SEOUL, Dec. 5 (Yonhap) -- The head of South Korea's top financial regulator has said he will make continued efforts to bring household debt growth down to pre-pandemic levels, as fast increasing debt has emerged as a major risk that could threaten the country's economy.
Koh Seung-beom, chief of the Financial Services Commission (FSC), still noted he will use some "flexibility" in managing the debt issue by taking into consideration economic, financial market situations and minimizing hurdles for people in actual need of borrowing.
"We will continue the consistent stance next year as well to preemptively manage household debt, a potential risk factor that could threaten our economy," Koh told an online press conference Friday.
"In 2022 as well, we will manage with an aim to normalize the pace of household debt growth and bring it back to pre-COVID-19 levels in phases after it increased significantly in 2020," he added.
South Korea has sought to remove "financial imbalances" caused by excessive liquidity injected into markets to bolster consumption and the economy hard-hit by the coronavirus pandemic.
Household debt, in particular, has grown at a fast pace amid record-low interest rates and people's rush to borrow money to buy homes spurred by skyrocketing home prices.
Concerned about soaring household debt, the government has recently tightened the spigot of lending by unveiling a series of measures aimed at making it tougher for people to get financial loans.
The central bank also recently raised its key interest rate by a quarter percentage point, hinting at a further rate hike early next year to rein in inflation and household debt jitters.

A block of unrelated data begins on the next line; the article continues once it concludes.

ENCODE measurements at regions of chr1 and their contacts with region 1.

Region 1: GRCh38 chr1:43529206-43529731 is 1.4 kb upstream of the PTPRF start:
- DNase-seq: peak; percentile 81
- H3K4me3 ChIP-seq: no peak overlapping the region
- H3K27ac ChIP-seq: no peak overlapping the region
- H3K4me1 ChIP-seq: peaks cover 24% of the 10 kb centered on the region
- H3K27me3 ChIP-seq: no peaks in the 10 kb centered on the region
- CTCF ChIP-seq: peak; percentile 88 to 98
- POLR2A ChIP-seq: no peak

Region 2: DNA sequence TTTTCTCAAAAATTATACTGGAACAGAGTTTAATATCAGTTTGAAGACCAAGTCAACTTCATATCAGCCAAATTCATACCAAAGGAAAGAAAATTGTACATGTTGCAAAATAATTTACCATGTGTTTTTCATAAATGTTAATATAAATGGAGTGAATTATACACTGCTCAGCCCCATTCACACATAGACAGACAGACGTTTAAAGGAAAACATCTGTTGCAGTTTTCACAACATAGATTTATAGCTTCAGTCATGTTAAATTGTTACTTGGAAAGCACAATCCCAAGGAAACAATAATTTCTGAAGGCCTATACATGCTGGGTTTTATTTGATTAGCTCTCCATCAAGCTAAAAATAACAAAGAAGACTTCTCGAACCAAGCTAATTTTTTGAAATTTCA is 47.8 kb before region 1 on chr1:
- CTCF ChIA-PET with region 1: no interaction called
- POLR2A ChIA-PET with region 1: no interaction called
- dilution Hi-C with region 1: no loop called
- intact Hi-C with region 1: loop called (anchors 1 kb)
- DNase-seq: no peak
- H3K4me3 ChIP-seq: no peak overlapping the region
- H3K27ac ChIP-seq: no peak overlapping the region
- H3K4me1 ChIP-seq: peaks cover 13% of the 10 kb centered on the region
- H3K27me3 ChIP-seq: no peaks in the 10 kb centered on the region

Koh said his top priority was to make the household debt issue make a "soft landing" when he took office three months earlier, though he knew that it must be an "unpopular" policy.
He gave favorable scores on his debt-control efforts saying they seem to be paying off, albeit slowly, given that household debt has expanded at a relatively slower pace since August and the property market has also shown signs of stabilization.
He still cautioned it is too early to fall into complacency, underlining the need to "break the link" between excessively increased household debt and overheated property markets.
According to data provided by the FSC, household debt growth rates have been on a steady decline since peaking in July, when the debt expanded 10 percent from a year earlier. The regulator projected the debt growth rate to be around 7.7 percent in November.
Despite his tough stance on household debt, Koh emphasized the FSC will continue its efforts to minimize hurdles for ordinary people and those in real need of borrowing.
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